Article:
Katmer is just one of many types of Turkish flatbread. For this reason, it is important that it has its own special characteristics. Namely the layers. Without this, it would be normal Turkish flatbread, such as lavash or yufka. To ensure that the katmer is a success, we have the following tips for you on the way to the rolling pin:


  • The dough should be pliable and not too firm: For thin Turkish katmer dough to succeed, the dough should always be a little sticky. This helps enormously during processing. That's why the dough for this flatbread without yeast is soft, but firm enough for easy handling. The consistency of an earlobe, as they say.
  • Knead for a long time: Knead, knead, knead and knead again. This is the be-all and end-all for a smooth and beautiful dough. 
  • Roll out the dough thinly: The thinner you roll out the dough during processing, the more layers can form. Cracks and an unsightly shape don't matter. They won't be noticeable later. You should also press thick edges flat again. Otherwise, these areas may become hard when the Katmer is finished.
  • Use enough oil: Of course, the katmer should not drown in oil. But the fat provides the numerous layers of flatbread from the pan.
  • Use a dough cutter: For our Katmer recipe with extra layers, you need a sharp knife so that you can cut through the threads quickly and easily. We therefore recommend a sharp pizza cutter or dough cutter.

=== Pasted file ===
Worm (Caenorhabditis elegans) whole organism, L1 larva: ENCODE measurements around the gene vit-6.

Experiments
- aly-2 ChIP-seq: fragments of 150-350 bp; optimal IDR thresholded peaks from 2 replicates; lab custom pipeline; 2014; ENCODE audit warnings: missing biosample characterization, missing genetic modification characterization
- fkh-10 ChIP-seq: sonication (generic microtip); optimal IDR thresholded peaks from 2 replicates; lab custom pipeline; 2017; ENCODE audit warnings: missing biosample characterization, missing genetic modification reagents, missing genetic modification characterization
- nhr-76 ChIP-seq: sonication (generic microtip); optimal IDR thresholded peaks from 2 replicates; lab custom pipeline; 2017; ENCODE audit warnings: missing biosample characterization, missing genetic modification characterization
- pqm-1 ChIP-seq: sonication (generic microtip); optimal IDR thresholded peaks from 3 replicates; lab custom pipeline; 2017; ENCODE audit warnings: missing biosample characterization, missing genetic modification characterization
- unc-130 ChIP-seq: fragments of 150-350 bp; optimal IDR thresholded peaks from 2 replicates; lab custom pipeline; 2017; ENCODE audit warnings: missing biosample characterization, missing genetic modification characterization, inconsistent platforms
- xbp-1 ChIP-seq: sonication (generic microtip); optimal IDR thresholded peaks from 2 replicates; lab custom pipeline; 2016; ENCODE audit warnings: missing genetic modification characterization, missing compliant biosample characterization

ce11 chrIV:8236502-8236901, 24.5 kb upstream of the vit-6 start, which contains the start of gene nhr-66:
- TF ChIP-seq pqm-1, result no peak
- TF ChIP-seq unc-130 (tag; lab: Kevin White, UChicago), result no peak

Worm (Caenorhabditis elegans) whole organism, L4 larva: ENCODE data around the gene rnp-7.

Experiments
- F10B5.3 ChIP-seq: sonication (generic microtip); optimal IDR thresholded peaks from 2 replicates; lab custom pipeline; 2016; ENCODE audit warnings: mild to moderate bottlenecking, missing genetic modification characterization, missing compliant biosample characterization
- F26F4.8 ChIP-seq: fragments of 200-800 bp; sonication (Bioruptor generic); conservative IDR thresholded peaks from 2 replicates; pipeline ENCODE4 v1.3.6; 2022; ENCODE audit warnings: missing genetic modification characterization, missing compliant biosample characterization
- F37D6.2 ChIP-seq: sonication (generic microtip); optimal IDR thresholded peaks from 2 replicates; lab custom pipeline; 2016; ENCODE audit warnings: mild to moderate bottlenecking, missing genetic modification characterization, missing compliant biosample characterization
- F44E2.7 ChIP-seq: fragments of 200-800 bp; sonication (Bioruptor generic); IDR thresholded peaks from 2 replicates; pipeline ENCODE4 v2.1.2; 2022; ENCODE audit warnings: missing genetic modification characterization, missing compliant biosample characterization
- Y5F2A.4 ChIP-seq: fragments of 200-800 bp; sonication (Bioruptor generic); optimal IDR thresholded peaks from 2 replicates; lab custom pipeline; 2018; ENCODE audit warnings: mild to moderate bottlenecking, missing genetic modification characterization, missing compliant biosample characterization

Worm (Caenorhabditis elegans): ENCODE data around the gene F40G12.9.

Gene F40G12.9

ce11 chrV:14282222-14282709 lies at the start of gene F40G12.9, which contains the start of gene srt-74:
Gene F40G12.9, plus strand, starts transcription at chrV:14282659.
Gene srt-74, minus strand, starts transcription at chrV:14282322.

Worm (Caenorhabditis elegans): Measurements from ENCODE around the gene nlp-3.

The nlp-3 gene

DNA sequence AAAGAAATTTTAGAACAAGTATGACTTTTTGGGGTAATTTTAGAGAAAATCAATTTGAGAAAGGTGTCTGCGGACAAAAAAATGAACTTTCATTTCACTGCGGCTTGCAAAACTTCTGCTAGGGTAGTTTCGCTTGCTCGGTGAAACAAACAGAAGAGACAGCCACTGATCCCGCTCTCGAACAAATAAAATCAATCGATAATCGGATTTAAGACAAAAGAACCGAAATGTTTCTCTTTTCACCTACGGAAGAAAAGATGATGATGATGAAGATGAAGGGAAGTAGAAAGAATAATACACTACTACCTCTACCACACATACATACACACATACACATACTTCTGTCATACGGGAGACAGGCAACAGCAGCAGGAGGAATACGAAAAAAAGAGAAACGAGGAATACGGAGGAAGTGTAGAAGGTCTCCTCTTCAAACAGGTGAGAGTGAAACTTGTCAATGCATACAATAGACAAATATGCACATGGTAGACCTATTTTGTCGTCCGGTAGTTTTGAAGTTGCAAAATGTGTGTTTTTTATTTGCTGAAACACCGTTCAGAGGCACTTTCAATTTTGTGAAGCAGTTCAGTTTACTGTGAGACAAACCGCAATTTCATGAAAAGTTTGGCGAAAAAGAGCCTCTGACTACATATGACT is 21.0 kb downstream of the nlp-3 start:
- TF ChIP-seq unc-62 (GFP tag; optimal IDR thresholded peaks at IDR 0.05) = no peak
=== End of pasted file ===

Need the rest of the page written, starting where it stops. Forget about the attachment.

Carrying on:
• Oil the work surface: The surface on which the dough slices for the Katmer will be placed should be slightly oiled.
  • Observe the rising time: In the Katmer recipe, the rising of the dough itself is only half as important. The rising of the greased dough snails is very important. This makes the dough supple at the end and easy to flatten.
katmer recipe snails

Katmer recipe: Turkish layered Flatbread without yeast

Ingredients (for approx. 10 Katmer)

  • 400ml/little less than 2 cups of water approx.
  • 650 grams/5 cups of flour
  • 1 teaspoon of salt
  • Flour for processing




  • approx. 1 cup/200 ml milliliters of oil (alternatively melted butter or margarine)
flatbread for pan


Step 1: Knead a smooth dough from water, flour & salt. Knead for a good 5-10 minutes - the longer, the better. If the dough is too sticky, add a little more flour.

Step 2: Leave the dough to rise for 20 minutes.

Step 3: Now shape the dough into balls of the same size.

Step 4: Roll out one ball of dough at a time very thinly. This should be as thin as possible. Now oil the rolled out dough completely with a brush.

Step 5: Take a look at the photos above. Use a sharp knife/dough cutter/pizza cutter to cut thin strips lengthwise into the rolled-out katmer dough. However, do not cut these strips through the entire surface. Now roll and braid the threads from both sides to the center. Roll this strand of dough into a snail form. Place it on a greased surface and do the same with the other pieces of dough. Brush over the buns again with the brush.

Step 6: You can leave the buns to rise for 20 minutes. Alternatively, bake the first bun that you have formed and work your way forward. Take one bun at a time and press it flat and round with your hand. The oil makes this very easy. Now fry the Katmer on both sides in the pan over a medium heat. Do this with all the dough pieces and serve the katmer warm.